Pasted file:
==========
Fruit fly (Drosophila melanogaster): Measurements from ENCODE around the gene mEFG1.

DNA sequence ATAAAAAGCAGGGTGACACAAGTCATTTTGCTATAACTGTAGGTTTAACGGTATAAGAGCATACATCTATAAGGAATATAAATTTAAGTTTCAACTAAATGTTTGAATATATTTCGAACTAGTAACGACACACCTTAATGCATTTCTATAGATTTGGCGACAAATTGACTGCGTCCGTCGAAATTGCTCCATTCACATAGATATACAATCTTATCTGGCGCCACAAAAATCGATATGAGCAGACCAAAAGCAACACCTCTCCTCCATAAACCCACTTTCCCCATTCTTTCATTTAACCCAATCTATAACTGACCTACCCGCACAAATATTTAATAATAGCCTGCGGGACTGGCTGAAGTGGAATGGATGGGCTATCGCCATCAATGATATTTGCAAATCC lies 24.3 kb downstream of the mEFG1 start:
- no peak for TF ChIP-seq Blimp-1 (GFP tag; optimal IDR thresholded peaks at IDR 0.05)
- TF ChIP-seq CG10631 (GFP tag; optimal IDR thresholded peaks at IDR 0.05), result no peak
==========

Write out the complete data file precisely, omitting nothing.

Fruit fly (Drosophila melanogaster): Measurements from ENCODE around the gene mEFG1.

DNA sequence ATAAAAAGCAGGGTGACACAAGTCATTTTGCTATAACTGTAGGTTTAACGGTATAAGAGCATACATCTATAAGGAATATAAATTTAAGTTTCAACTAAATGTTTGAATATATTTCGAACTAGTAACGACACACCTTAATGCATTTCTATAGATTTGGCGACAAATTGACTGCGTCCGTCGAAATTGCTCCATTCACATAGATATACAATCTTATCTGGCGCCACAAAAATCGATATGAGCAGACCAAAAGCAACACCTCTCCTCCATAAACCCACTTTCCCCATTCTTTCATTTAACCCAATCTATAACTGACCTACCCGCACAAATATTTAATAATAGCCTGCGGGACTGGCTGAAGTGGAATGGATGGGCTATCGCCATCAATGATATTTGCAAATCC lies 24.3 kb downstream of the mEFG1 start:
- no peak for TF ChIP-seq Blimp-1 (GFP tag; optimal IDR thresholded peaks at IDR 0.05)
- TF ChIP-seq CG10631 (GFP tag; optimal IDR thresholded peaks at IDR 0.05), result no peak